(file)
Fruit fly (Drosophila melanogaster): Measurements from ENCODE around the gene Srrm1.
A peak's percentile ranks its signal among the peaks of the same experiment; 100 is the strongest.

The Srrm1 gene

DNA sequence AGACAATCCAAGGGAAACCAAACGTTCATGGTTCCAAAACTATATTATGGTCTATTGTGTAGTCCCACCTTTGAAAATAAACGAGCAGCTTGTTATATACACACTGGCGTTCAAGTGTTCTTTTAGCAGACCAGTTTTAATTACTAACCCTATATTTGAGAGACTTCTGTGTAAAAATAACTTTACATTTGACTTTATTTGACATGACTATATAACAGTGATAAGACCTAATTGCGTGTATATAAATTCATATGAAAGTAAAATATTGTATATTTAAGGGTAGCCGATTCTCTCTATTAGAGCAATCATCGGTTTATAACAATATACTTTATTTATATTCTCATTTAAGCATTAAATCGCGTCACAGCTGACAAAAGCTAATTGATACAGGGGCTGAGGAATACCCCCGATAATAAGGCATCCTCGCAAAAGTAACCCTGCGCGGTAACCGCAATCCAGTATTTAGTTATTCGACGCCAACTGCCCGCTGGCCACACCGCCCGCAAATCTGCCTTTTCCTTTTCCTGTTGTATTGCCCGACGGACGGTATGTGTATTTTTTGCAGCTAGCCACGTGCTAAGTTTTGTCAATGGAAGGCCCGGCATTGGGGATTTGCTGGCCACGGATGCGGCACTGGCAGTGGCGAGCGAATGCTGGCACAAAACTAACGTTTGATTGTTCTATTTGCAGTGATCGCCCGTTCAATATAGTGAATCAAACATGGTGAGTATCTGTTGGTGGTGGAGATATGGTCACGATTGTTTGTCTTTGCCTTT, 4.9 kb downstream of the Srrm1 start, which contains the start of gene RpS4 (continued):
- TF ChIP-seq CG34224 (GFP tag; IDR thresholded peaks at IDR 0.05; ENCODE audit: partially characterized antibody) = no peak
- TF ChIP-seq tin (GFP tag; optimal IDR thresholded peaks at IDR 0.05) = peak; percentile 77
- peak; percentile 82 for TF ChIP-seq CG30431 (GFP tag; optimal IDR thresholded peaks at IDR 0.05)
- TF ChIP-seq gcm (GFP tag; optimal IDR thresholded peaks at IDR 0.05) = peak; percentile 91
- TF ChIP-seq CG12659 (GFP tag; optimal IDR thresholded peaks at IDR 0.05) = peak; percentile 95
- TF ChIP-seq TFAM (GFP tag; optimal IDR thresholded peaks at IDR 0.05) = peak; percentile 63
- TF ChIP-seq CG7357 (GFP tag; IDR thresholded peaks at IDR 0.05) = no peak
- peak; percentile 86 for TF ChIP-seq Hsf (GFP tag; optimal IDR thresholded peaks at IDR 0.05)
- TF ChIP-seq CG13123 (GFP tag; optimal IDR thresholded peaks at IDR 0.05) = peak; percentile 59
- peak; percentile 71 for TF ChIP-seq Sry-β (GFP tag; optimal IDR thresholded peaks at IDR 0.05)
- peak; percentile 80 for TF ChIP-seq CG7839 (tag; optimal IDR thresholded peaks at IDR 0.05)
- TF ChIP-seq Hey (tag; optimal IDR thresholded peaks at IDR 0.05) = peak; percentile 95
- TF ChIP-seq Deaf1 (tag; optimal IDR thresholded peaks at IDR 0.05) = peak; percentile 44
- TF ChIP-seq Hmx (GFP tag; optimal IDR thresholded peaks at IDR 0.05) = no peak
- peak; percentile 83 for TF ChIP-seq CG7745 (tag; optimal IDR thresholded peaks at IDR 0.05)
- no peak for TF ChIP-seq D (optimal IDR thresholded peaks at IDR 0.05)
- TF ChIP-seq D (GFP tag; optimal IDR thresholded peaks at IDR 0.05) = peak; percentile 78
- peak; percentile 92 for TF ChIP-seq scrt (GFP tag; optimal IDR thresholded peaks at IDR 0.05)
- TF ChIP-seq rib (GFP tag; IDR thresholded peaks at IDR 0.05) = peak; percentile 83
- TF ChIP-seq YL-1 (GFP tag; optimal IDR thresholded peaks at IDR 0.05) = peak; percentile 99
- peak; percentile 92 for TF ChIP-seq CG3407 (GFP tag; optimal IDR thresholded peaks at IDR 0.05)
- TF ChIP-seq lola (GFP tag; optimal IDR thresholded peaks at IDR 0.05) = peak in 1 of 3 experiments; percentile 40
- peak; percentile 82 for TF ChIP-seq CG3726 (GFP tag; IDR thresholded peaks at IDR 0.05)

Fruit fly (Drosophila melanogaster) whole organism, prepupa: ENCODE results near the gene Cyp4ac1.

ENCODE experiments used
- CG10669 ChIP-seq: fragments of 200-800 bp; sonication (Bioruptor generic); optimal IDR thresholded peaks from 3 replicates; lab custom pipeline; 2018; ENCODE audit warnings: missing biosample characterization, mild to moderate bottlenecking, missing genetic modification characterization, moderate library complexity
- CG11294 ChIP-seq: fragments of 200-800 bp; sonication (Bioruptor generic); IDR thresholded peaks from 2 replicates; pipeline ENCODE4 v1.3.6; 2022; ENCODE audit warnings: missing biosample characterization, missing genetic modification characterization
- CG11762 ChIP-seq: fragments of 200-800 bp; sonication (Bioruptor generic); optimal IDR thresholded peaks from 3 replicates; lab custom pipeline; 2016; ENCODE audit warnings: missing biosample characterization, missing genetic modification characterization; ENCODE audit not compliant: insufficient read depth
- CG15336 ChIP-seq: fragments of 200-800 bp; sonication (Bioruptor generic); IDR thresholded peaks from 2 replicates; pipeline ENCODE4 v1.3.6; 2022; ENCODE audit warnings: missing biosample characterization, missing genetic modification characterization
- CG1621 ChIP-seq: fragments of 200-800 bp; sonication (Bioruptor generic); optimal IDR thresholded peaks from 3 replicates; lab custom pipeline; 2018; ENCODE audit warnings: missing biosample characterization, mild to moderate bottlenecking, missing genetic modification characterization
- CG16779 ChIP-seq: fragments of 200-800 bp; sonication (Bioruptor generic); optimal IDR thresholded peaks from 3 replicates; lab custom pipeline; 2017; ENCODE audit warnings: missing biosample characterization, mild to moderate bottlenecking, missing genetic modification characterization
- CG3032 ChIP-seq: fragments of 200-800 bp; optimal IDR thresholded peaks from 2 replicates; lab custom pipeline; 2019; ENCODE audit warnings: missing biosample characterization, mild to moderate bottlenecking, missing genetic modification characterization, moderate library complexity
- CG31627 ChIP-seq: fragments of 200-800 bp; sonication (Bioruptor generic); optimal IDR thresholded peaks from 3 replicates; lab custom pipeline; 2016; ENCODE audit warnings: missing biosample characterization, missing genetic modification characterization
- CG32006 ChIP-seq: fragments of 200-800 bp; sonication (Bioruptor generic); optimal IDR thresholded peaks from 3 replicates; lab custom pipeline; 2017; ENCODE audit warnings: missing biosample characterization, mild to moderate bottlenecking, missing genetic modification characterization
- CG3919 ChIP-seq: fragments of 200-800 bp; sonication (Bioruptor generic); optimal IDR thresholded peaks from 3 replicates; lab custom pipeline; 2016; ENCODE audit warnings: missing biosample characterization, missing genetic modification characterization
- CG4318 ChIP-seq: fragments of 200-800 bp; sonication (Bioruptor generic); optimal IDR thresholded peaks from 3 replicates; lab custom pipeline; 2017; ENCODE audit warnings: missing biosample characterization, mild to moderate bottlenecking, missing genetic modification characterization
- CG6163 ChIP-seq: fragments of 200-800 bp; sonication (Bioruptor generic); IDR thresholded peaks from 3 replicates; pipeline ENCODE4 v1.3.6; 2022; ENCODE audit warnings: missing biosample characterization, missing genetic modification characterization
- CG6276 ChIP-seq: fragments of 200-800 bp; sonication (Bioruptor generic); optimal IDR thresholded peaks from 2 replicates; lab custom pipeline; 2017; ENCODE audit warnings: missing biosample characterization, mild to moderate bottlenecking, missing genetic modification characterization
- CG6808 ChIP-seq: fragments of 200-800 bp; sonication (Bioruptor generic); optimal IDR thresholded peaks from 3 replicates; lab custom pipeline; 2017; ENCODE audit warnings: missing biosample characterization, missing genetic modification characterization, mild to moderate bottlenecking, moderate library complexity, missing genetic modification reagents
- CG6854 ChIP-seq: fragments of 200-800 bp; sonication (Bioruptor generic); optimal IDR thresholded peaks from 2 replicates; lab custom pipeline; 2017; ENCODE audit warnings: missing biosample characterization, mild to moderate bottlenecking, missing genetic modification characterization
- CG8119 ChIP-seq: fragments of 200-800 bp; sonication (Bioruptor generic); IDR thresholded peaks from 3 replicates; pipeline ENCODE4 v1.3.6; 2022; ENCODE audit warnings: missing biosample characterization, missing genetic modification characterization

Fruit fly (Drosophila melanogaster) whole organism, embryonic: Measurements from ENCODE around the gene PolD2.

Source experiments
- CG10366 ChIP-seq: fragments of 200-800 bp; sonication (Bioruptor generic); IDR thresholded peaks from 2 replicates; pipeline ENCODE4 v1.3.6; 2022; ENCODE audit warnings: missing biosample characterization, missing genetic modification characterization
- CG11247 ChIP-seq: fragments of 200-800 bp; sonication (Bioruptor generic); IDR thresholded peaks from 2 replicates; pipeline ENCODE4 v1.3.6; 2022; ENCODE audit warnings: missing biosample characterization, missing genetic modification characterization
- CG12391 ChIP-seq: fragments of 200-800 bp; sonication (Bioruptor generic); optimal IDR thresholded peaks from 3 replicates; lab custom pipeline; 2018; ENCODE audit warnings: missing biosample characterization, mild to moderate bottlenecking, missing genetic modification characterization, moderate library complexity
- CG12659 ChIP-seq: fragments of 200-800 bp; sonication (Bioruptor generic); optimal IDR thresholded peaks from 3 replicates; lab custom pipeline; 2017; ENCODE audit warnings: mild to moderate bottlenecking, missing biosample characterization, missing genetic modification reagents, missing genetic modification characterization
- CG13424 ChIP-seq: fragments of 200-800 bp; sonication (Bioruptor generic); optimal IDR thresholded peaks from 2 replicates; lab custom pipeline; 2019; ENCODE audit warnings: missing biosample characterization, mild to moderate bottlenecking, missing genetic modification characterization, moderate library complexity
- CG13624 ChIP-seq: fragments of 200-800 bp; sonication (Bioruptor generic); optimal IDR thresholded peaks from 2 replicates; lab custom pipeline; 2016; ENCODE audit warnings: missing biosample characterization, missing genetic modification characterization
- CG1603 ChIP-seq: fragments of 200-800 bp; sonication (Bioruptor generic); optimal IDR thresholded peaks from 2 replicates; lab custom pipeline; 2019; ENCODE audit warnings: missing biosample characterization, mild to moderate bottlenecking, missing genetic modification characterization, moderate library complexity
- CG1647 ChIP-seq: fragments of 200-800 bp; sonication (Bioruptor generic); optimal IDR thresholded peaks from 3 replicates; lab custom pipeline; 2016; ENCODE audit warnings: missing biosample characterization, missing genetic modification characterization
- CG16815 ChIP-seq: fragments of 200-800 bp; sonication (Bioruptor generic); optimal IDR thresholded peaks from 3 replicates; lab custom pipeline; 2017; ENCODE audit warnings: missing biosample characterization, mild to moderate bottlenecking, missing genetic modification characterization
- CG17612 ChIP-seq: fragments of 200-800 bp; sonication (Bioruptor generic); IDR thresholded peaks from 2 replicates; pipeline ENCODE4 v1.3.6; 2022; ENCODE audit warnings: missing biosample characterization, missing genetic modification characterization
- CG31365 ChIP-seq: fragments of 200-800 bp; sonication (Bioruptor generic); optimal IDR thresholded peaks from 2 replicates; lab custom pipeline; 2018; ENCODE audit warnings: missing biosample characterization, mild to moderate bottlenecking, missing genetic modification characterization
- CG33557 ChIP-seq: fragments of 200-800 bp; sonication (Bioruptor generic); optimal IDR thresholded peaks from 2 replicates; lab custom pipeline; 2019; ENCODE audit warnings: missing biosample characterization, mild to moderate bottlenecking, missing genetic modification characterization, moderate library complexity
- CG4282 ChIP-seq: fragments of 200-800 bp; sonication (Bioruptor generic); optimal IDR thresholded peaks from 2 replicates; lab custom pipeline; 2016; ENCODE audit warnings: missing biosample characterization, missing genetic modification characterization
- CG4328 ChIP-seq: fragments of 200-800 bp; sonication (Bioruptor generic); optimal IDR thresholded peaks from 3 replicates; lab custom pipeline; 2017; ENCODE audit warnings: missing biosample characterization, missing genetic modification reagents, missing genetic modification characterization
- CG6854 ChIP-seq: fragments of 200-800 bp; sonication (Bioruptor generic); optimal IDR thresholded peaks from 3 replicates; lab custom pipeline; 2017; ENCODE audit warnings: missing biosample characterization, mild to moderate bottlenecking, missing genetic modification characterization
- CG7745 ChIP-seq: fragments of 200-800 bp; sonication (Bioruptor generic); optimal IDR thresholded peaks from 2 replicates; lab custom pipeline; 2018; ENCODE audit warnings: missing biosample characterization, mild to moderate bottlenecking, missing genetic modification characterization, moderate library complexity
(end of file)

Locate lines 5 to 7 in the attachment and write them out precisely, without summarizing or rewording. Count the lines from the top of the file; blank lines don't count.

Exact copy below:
- TF ChIP-seq CG34224 (GFP tag; IDR thresholded peaks at IDR 0.05; ENCODE audit: partially characterized antibody) = no peak
- TF ChIP-seq tin (GFP tag; optimal IDR thresholded peaks at IDR 0.05) = peak; percentile 77
- peak; percentile 82 for TF ChIP-seq CG30431 (GFP tag; optimal IDR thresholded peaks at IDR 0.05)